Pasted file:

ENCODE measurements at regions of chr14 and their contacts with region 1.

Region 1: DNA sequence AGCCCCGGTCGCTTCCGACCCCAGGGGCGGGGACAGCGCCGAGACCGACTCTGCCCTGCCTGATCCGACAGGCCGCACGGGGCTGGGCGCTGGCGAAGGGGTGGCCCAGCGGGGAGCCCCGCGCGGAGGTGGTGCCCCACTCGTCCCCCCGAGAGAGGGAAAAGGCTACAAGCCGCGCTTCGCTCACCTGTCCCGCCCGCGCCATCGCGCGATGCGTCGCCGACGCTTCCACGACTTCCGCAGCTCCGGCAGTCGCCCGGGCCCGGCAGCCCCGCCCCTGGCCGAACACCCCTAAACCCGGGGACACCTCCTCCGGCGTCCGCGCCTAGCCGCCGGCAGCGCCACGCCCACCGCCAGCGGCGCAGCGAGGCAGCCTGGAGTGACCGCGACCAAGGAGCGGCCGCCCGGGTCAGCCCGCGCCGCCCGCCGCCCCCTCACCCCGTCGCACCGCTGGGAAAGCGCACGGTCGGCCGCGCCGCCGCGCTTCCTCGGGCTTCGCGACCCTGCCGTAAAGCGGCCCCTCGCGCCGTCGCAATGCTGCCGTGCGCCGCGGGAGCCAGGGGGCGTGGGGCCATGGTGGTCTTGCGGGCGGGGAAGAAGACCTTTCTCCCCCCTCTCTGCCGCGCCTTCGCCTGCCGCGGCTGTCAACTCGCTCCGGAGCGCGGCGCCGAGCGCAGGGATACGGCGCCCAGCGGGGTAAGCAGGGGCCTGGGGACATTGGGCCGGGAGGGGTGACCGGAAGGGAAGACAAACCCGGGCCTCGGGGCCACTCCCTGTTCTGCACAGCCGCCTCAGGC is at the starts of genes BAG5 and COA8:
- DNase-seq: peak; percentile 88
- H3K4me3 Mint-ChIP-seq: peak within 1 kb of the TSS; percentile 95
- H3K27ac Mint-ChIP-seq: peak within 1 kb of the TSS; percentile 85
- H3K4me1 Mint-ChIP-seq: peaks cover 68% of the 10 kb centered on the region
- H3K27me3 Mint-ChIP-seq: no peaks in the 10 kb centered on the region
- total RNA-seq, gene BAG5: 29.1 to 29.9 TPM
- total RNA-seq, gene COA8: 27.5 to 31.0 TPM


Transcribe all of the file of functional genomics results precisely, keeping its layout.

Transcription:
ENCODE measurements at regions of chr14 and their contacts with region 1.

Region 1: DNA sequence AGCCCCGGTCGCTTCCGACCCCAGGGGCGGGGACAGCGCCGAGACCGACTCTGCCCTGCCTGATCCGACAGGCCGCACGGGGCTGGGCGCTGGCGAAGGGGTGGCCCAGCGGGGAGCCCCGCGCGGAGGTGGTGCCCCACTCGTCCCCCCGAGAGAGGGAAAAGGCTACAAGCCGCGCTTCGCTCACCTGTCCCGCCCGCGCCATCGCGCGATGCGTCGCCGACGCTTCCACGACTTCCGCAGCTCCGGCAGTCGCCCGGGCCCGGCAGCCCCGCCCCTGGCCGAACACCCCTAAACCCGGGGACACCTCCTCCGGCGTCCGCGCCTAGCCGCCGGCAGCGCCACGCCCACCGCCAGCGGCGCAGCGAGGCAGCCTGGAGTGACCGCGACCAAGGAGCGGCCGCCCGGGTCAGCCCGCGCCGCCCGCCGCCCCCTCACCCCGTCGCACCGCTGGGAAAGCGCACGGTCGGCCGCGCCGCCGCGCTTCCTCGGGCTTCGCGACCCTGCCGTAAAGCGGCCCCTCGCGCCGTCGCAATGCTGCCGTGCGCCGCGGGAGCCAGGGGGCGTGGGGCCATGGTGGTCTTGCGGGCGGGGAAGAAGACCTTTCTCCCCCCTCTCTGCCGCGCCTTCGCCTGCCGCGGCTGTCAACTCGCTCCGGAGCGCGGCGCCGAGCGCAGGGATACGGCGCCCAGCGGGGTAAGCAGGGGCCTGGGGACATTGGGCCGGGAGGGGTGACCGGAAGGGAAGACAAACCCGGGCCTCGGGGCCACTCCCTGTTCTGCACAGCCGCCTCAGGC is at the starts of genes BAG5 and COA8:
- DNase-seq: peak; percentile 88
- H3K4me3 Mint-ChIP-seq: peak within 1 kb of the TSS; percentile 95
- H3K27ac Mint-ChIP-seq: peak within 1 kb of the TSS; percentile 85
- H3K4me1 Mint-ChIP-seq: peaks cover 68% of the 10 kb centered on the region
- H3K27me3 Mint-ChIP-seq: no peaks in the 10 kb centered on the region
- total RNA-seq, gene BAG5: 29.1 to 29.9 TPM
- total RNA-seq, gene COA8: 27.5 to 31.0 TPM